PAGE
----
Southern Gun Co LR9
- By Pete Moore
- 0 Comments
- Last updated: 15/12/2016
Bob Clark of Southern Gun Co (SGC) has been making weapons solutions and alternatives to the norm for many years now. He first came to my attention about 10-years ago with his straight-pull AR15, the Speedmaster. Though mann-opp ARs were around before Bob came along his design did away with their awkward, rear-mounted T-handle and replaced it with the more practical, purpose-built receiver with ambidextrous cocking handles.
Bob’s ARs became the thing to have, I have owned a few in my time and his next idea was even more unusual – the LA9. Looking like an AR carbine it was a lever action mechanism that used a hinged pistol grip to cock the action. Chambered in 9mm Parabellum (9x19mm) it ran on Uzi SMG magazines and offered a hi-tech and practical alternative to the pre-1900 lever-actions now being used as surrogate handguns. This design moved on to the LA30, same thing but chambered in US .30 Carbine. I even shot a prototype version in 223 Rem, which was interesting but never went into production.
At that time Bob told me he was thinking of making a kind of semi, self-loading mechanism. OK we all know that self-loading centrefire rifles and pistols (+ 22 rimfires) are banned, however the law has definitive and legal descriptions of what we can own and also how things work. A good example being the Section 1 Large Firearm, which has to have a minimum of a 12” barrel and be 24” overall (butt to muzzle) and no less. So someone thought up long barrelled revolvers and revolving carbines plus .22 rimfire long barrelled semi-auto pistols, all conforming to the 12/24” requirement. The government hated it, but they re-wrote the rules and we are only obeying them to the letter!
So let’s take the definition of a self-loading firearm - a mechanism that at one pull of the trigger fires, extracts/ejects and reloads. So what if you could interrupt that cycle with some manual input; it would then not conform to the definition and therefore not be illegal? I had seen a long barrelled SVI pistol offered by two ex-pistol shooters with an interrupter back in 1999/2000. You put the mag in and cycled the slide and it locked open. Pressing down on a re-designed slide release let the slide run forwards to chamber. After you pulled the trigger the gun fired, ejected then locked open, requiring the shooter to operate the slide catch after each shot. Certainly clever and with a fail-safe built into the catch as if it was tampered with the gun would go into lock down. However, they never marketed it!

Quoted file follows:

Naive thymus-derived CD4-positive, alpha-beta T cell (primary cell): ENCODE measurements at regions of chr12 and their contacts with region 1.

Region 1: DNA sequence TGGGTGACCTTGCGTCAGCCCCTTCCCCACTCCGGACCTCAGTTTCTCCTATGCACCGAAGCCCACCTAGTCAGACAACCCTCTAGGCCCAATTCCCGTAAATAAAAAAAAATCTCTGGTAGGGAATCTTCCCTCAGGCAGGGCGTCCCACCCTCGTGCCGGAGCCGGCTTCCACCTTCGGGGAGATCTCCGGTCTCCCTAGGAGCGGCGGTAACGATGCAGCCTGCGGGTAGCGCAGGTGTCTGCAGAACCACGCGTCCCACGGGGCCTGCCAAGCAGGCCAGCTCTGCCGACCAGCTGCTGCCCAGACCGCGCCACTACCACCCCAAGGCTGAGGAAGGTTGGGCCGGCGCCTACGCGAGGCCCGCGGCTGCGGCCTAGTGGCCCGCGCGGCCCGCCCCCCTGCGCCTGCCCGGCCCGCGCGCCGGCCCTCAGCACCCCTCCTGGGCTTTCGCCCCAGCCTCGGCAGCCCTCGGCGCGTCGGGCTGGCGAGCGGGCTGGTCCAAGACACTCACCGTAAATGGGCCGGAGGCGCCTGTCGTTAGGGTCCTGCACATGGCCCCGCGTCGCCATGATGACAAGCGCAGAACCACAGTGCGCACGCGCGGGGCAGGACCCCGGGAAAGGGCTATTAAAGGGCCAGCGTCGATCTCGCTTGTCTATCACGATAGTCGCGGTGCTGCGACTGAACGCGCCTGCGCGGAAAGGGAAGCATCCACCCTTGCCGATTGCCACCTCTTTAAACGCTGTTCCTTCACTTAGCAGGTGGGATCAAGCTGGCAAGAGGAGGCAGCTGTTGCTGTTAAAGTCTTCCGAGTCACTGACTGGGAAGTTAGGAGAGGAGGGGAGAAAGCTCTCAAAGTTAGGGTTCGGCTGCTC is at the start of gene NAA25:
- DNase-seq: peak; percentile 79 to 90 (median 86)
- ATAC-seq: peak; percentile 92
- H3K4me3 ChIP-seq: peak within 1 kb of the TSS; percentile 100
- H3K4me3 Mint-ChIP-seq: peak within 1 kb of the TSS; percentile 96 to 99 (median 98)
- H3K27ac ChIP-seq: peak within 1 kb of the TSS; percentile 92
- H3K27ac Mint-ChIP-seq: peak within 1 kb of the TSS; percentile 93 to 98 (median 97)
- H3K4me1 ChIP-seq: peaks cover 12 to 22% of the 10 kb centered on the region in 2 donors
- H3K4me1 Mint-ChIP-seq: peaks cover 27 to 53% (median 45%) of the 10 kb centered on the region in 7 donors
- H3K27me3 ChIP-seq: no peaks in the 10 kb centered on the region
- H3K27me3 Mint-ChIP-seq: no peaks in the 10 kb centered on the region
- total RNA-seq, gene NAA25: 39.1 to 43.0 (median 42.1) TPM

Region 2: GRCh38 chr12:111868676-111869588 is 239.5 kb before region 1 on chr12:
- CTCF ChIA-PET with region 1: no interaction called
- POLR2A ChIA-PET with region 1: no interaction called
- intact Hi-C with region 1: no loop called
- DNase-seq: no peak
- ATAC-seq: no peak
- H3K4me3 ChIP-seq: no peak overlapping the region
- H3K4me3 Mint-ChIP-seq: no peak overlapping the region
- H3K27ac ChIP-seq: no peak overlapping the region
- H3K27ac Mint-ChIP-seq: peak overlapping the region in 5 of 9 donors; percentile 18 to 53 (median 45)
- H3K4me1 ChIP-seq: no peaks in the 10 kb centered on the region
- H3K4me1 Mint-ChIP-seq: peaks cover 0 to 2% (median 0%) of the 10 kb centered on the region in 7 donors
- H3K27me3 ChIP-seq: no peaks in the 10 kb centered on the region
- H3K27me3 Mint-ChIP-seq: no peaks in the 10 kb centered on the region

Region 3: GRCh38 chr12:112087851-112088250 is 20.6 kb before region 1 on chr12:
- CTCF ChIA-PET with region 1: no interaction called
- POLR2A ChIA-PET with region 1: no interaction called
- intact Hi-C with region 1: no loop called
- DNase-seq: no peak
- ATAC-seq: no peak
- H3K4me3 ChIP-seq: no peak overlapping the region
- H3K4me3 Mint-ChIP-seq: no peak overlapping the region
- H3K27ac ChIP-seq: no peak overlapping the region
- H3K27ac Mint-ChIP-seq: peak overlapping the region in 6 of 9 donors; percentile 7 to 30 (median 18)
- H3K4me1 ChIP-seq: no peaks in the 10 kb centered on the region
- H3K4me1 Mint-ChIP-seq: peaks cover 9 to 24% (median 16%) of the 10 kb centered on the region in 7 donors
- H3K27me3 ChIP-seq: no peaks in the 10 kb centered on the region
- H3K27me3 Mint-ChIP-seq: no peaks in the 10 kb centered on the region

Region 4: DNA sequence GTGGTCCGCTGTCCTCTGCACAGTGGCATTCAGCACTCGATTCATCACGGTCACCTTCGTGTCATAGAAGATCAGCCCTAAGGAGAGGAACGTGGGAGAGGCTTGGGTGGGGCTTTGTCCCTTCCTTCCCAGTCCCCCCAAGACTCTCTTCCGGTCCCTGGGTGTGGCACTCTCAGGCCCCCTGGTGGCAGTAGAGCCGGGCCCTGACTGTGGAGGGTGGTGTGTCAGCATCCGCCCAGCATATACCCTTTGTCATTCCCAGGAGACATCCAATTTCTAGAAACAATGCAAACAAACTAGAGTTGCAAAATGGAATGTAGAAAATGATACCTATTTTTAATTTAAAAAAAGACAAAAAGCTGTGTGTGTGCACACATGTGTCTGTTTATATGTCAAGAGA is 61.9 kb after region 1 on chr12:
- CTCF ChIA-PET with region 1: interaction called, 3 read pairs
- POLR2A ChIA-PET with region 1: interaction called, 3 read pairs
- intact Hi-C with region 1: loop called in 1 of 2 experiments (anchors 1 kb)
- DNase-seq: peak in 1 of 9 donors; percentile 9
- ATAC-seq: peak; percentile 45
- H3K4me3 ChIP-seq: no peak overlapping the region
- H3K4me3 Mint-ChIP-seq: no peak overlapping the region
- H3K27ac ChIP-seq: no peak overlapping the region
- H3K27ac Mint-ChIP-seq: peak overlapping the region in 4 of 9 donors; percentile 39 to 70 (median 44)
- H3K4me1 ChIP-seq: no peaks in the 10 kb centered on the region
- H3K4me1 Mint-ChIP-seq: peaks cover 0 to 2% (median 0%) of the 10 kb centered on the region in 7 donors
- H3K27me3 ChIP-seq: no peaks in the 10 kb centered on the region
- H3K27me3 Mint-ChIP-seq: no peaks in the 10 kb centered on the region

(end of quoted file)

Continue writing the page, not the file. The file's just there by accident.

Bobs original idea was to use CO2 gas (cylinder in the butt) to cycle the action of an AR15. Here you fired and the rifle remained closed, a press of a separate button and the gas system operated the bolt to eject and reload. Apparently it worked but the problem was changing the power supply and also the consistency of the action due to the variations in gas pressure.
Blow By Blow
Bang up to date and replacing the LA9 is the LR9 (Lever Release 9mm), which I would best describe as an interrupted blow back system. Like the SVI pistol the motive power is generated by the cartridge with the heavy bolt blown back on firing and being held rearwards by the special interrupter catch. The shooter simply presses down on the catch and the bolt runs forward to chamber and load. This ain’t no semi-auto by definition, but once you get your head around pressing two separate controls to ready then fire the rifle it’s very convenient to shoot. So let’s take a look!
Unsurprisingly the LR9 looks like an M4/CAR15, though uses SGC’s new full billet upper and lower receiver set, which is solid but heavy. Some of the controls are altered to suit the mechanism, the mag released is still in the same place and the 25-round Uzi clip free falls from the well when it’s pressed. The safety though the same style of lever has been re-positioned on the right above the trigger. On the left where it would be is the all-important lever release (LR). Mounted parallel to the action it’s a big, rectangular paddle that hinges at the rear and is pushed down by the firing hand thumb.